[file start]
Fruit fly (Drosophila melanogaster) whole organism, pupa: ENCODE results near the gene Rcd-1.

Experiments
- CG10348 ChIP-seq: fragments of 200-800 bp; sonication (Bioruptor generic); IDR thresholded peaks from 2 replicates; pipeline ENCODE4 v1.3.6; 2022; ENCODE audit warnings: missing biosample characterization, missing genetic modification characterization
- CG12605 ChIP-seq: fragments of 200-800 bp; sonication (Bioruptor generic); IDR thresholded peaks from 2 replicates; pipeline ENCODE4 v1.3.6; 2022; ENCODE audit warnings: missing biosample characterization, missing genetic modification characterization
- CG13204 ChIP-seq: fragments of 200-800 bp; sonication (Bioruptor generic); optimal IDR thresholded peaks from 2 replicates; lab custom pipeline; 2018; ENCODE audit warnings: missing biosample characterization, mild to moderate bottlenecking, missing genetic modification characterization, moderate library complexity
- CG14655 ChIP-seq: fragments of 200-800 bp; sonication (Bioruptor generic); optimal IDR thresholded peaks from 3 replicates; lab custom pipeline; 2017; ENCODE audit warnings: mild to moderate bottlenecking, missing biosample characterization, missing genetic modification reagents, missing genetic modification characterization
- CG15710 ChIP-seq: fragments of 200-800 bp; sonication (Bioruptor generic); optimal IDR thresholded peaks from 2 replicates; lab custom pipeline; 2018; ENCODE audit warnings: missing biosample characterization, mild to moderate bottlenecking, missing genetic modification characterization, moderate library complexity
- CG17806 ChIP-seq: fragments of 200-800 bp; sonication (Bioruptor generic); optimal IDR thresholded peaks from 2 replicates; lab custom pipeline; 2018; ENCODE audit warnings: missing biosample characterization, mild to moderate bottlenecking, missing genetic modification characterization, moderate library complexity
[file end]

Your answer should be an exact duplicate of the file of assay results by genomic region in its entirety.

Fruit fly (Drosophila melanogaster) whole organism, pupa: ENCODE results near the gene Rcd-1.

Experiments
- CG10348 ChIP-seq: fragments of 200-800 bp; sonication (Bioruptor generic); IDR thresholded peaks from 2 replicates; pipeline ENCODE4 v1.3.6; 2022; ENCODE audit warnings: missing biosample characterization, missing genetic modification characterization
- CG12605 ChIP-seq: fragments of 200-800 bp; sonication (Bioruptor generic); IDR thresholded peaks from 2 replicates; pipeline ENCODE4 v1.3.6; 2022; ENCODE audit warnings: missing biosample characterization, missing genetic modification characterization
- CG13204 ChIP-seq: fragments of 200-800 bp; sonication (Bioruptor generic); optimal IDR thresholded peaks from 2 replicates; lab custom pipeline; 2018; ENCODE audit warnings: missing biosample characterization, mild to moderate bottlenecking, missing genetic modification characterization, moderate library complexity
- CG14655 ChIP-seq: fragments of 200-800 bp; sonication (Bioruptor generic); optimal IDR thresholded peaks from 3 replicates; lab custom pipeline; 2017; ENCODE audit warnings: mild to moderate bottlenecking, missing biosample characterization, missing genetic modification reagents, missing genetic modification characterization
- CG15710 ChIP-seq: fragments of 200-800 bp; sonication (Bioruptor generic); optimal IDR thresholded peaks from 2 replicates; lab custom pipeline; 2018; ENCODE audit warnings: missing biosample characterization, mild to moderate bottlenecking, missing genetic modification characterization, moderate library complexity
- CG17806 ChIP-seq: fragments of 200-800 bp; sonication (Bioruptor generic); optimal IDR thresholded peaks from 2 replicates; lab custom pipeline; 2018; ENCODE audit warnings: missing biosample characterization, mild to moderate bottlenecking, missing genetic modification characterization, moderate library complexity